Fitzsimmons, Lowell (“Cotton”)

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Fitzsimmons, Lowell (“Cotton”)

(b. 7 October 1931 in Hannibal, Missouri; d. 24 July 2004 in Phoenix, Arizona), basketball coach who won acclaim for rebuilding National Basketball Association (NBA) franchises, ranked eleventh in number of NBA games won as a coach, and twice was named NBA coach of the year.

Fitzsimmons was one of four children of Clancy Fitzsimmons and Zelda Curry (Gibbons) Fitzsimmons. His father was a dry goods delivery driver and horse trainer who died when Cotton was in the fifth grade; his mother was a homemaker. Fitzsimmons graduated from Bowling Green, Missouri, High School in 1952 and attended Hannibal-LaGrange College in Missouri for his freshman year. As a five-foot, seven-inch, 160-pound guard in the 1952–1953 season, Fitzsimmons tallied 838 points for a 25.4-point average in thirty-three games. Fitzsimmons transferred to Midwestern State University in Wichita Falls, Texas, where he earned a BS in 1956 and an MS in 1958. Playing basketball at Midwestern State, Fitzsimmons averaged 8.7 points in twenty-seven games in the 1953–1954 season, 14.7 points in twenty-seven games in the 1954–1955 season, and 16.4 points in twenty-eight games in the 1955–1956 season, for a three-year total of 1,092 points and a per-game average of 13.7 points.

Fitzsimmons began his head basketball coaching career at Moberly Junior College (now Moberly Area Community College) in Missouri, compiling a 223–59 record for the 1958–1959 through 1966–1967 seasons. Fitzsimmons’s teams won at least twenty-four games in each of his final seven seasons. Moberly won the National Junior College basketball title with a 29–5 record in the 1965–1966 season and a 31–2 record in the 1966–1967 season. Fitzsimmons was named Junior College Coach of the Year in both seasons. He also served as athletic director.

Fitzsimmons joined Kansas State University as an assistant basketball coach in the 1967–1968 season. Kansas State appointed him head basketball coach the following season. The Kansas State Wildcats finished 14–12 in the 1968–1969 season. The team won the Big Eight Conference title with a 20–8 record in 1969–1970, losing to the University of New Mexico, 70–66, in the National Collegiate Athletic Association regional semifinals. Fitzsimmons was selected the Big Eight Conference coach of the year in 1970.

Fitzsimmons spent the remainder of his head coaching career in the NBA, beginning with the Phoenix Suns in 1970. Phoenix, led by Connie Hawkins and Dick Van Ars-dale, had records of 48–34 in the 1970–1971 season and 49–33 in 1971–1972. The team placed third in the Midwest Division but missed the playoffs both seasons. Fitzsimmons joined the Atlanta Hawks as the head coach in 1972. Atlanta, led by Lou Hudson and Pete Maravich, placed second in the Central Division with a 46–36 record in the 1972–1973 season. The Hawks lost to the Boston Celtics four games to two in the Eastern Conference semifinals. The Hawks steadily declined each of the next three seasons and did not make the playoffs. After Atlanta fired him in March 1976, Fitzsimmons served as the director of player personnel for the Golden State Warriors in the 1976–1977 season. He joined the struggling Buffalo Braves as the head coach in 1977. The Braves’ record was only 27–55 in Fitzsimmons’s only season with Buffalo.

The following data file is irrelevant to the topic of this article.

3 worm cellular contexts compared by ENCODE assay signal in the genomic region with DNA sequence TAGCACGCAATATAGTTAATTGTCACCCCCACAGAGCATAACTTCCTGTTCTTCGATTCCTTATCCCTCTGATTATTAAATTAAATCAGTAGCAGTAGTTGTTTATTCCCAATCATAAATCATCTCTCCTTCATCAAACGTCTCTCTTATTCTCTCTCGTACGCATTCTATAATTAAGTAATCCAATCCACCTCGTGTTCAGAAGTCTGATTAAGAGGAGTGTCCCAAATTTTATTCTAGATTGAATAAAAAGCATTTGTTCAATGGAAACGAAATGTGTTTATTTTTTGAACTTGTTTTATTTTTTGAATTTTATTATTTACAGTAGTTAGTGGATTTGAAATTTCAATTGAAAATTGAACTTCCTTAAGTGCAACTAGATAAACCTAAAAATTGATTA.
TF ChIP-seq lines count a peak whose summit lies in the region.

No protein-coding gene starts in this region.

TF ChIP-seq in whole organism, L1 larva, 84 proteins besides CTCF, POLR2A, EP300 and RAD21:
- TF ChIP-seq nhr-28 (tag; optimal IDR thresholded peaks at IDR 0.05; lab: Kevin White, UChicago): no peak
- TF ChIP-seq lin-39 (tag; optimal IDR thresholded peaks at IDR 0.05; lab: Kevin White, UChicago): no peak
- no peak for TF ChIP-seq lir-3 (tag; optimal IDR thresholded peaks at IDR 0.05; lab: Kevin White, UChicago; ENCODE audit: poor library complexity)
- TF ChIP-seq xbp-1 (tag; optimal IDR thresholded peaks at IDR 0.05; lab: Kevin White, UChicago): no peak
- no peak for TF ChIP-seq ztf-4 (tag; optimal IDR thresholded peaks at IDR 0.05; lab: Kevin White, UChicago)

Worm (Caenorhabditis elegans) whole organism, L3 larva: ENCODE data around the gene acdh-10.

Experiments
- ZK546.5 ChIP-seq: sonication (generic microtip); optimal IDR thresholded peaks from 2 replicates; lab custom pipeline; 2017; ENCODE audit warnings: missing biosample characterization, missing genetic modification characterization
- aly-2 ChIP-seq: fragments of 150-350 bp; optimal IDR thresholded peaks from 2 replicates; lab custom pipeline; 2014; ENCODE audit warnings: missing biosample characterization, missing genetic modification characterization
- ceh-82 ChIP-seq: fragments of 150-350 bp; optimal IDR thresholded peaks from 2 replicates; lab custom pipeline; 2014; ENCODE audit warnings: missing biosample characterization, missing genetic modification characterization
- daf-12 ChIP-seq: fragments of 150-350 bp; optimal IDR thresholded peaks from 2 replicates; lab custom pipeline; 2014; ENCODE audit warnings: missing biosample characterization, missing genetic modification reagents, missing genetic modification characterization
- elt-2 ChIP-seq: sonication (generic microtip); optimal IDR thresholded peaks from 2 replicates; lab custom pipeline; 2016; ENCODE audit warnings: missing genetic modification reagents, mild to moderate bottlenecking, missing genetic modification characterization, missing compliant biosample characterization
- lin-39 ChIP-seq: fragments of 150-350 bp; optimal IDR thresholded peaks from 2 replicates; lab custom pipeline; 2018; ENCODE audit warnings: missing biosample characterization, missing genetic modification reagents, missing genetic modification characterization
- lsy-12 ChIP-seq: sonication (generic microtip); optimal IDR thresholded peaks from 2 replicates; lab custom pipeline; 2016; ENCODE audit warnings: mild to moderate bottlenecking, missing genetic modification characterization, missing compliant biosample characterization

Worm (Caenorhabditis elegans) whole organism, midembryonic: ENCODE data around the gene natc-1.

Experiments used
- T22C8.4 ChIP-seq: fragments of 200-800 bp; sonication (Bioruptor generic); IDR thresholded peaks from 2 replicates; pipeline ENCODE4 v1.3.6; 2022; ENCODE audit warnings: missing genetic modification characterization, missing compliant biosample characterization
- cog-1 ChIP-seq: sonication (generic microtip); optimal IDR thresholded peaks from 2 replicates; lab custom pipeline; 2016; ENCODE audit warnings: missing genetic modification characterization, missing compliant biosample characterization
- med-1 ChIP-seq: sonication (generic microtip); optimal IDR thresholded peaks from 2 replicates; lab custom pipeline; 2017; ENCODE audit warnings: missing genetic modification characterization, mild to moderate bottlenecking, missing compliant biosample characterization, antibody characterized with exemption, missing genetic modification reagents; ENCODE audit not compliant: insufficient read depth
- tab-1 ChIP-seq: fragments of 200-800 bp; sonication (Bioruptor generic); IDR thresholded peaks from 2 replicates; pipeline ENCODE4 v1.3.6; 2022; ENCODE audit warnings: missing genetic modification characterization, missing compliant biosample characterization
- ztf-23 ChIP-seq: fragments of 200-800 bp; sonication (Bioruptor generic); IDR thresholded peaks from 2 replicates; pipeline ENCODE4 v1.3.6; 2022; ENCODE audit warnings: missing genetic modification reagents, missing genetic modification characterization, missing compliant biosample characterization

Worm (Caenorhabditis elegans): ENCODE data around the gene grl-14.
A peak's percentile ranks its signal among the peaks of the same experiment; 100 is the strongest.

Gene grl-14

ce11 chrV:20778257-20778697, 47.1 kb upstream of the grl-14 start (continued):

Fitzsimmons earned his first NBA Coach of the Year award in 1979 after mentoring the Kansas City Kings to a 48–34 record. Kansas City, led by Otis Birdsong, Scott Wedman, and Phil Ford, catapulted from last to first place in the Midwest Division but lost to the Phoenix Suns four games to one in the Western Conference semifinals. Fitzsimmons stayed with Kansas City through the 1983–1984 season. He steered the Kings to second place finishes in the Midwest Division with records of 47–35 in the 1979–1980 season and 45–37 in 1982–1983. Fitzsimmons recorded one of his best coaching performances in 1980–1981, when the Kings won forty of eighty-two games. After upsetting the Portland Trail Blazers two games to one in the first playoff round, Kansas City used a deliberate offensive scheme to defeat the Phoenix Suns four games to three in the Western Conference semifinals. The Houston Rockets eliminated the Kings four games to one in the Western Conference finals. After missing the playoffs the next two seasons, the Kings finished third in the Midwest Division in the 1983–1984 season and lost to the Los Angeles Lakers in the first playoff round.